All of this means your business will be able to run smoothly, avoid costly problems, and focus more on what matters: the food and service you provide to your customers.

Are you ready for pest problems to be a thing of the past? Look no further! Moon is the one-stop shop for your grease trap needs. Schedule your next grease service by contacting Moon Grease Trap Cleaning at 502-453-0154. We are happy to answer any and all questions you may have!

FOG guidelines in Louisville, Kentucky

Fats, oil, and grease (FOG) can clog up the sewer system like nothing else. We’ve talked about FOG generally in our blog posts previously, but not in terms of locality-specific guidance. Today, we are going to take a look at FOG guidelines in Louisville, Kentucky. Hopefully, looking at the city’s rules will help you see how FOG principles play out in context.

FOG guidelines in Louisville

The Louisville/Jefferson County Metropolitan Sewer District (MSD) is a regional non-profit agency that monitors and maintains the wastewater treatment system in the metropolitan area. MSD has a significant amount of guidance and sets of rules related to FOG disposal. Food service establishments (FSEs) have to be in compliance with FOG management guidelines.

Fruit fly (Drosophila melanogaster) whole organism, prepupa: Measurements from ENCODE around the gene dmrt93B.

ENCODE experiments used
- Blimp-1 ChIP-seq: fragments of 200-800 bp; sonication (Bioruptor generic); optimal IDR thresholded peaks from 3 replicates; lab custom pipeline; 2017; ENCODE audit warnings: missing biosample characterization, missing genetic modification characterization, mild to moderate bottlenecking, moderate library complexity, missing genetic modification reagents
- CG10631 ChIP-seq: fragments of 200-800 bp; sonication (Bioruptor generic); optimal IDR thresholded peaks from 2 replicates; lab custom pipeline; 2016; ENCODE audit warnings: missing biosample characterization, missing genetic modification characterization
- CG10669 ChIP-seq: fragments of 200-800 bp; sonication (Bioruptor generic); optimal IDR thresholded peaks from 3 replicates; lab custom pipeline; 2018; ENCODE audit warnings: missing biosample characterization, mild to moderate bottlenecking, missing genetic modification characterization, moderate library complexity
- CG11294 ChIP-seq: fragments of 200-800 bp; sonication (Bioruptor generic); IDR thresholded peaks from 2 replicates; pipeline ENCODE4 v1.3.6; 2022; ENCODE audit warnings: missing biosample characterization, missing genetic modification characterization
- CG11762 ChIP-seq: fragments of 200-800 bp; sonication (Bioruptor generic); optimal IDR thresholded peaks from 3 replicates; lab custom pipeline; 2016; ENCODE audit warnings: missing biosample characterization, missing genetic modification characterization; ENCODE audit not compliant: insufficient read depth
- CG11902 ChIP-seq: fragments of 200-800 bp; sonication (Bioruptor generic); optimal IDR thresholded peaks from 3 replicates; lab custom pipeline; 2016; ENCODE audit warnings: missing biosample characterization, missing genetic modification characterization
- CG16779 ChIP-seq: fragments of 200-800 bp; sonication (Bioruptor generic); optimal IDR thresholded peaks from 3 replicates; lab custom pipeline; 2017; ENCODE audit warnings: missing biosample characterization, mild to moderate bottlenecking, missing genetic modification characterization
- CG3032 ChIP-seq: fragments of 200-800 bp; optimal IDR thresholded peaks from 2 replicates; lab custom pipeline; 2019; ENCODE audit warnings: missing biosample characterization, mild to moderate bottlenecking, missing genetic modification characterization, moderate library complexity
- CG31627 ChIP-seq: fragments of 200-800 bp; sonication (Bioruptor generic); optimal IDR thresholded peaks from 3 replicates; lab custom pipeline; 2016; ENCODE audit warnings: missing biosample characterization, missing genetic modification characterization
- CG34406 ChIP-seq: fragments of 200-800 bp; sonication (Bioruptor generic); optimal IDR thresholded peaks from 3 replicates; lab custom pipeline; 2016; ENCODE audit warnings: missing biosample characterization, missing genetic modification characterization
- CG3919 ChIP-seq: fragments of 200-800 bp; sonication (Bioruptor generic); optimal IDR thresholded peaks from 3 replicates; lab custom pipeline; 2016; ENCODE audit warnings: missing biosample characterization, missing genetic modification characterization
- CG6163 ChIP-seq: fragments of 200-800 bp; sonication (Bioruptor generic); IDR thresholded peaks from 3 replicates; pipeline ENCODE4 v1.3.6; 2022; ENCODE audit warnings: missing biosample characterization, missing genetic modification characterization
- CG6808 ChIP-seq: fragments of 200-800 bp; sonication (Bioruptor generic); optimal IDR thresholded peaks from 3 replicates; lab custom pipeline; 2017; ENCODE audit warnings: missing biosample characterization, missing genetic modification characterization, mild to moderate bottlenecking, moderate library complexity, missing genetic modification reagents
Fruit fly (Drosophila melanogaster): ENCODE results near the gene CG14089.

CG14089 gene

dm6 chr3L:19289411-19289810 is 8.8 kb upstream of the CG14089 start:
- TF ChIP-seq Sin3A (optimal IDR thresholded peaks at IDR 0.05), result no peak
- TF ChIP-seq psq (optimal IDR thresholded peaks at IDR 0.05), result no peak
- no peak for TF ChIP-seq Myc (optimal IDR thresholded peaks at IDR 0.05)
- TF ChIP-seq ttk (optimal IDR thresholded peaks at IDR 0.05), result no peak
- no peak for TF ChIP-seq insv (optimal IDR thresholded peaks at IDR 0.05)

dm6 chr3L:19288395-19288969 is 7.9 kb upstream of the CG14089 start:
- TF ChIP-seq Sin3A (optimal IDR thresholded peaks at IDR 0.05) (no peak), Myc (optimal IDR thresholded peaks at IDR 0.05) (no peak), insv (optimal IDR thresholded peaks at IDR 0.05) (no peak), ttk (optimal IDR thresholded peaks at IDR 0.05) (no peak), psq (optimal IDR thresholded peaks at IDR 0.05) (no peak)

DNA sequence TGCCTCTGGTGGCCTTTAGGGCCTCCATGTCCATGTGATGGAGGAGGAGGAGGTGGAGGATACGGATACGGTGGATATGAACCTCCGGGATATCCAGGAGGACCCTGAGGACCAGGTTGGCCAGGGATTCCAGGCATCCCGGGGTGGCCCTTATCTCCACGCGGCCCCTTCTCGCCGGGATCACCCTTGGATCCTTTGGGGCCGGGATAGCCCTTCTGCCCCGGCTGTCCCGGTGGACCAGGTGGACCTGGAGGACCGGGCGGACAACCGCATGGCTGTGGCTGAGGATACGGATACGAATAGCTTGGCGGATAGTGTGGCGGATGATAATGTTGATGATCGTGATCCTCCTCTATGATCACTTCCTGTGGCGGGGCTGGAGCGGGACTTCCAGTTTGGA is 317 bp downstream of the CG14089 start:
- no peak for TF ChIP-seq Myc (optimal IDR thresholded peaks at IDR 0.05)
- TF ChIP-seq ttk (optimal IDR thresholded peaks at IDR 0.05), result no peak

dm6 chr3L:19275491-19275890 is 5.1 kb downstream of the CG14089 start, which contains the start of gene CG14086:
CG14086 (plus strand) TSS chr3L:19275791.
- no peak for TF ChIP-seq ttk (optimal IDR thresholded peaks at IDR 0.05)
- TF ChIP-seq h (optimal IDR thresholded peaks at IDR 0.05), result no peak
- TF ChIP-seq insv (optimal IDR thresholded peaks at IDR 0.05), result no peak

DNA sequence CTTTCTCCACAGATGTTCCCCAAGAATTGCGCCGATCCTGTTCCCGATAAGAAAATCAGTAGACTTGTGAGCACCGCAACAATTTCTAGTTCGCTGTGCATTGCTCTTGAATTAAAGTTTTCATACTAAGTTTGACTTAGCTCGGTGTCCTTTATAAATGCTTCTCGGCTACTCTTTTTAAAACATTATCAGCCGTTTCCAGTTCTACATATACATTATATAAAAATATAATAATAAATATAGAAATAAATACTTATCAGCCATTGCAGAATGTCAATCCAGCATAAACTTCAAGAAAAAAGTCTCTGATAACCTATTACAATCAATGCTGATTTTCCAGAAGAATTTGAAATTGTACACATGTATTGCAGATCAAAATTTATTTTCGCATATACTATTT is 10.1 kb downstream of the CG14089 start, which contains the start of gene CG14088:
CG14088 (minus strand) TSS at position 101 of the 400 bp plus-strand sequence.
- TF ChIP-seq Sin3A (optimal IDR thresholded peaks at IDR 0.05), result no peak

The guidelines are substantial, so we won’t do a line-by-line analysis in this blog post. However, there are a few important highlights that you should be aware of. Here are some of the main points:

Food establishments are classified by size

Depending on the type of establishment you run, MSD assigned a different FSE class. There are 5 classes: for a sense of scale, Class 1 FSEs have the lowest output of FOGs and require 25 gallon/minute or 50 pound grease traps, and Class 5 FSEs have the highest output and require 2,000 gallon grease interceptors (or an equivalent capacity with multiple units). An example of a Class 1 FSE would be an ice cream or coffee shop. A Class 5 FSE might be a hospital or prison. The main takeaway here is that FSE class dictates what sort of FOG removal system you need in place.

There are several important prohibitions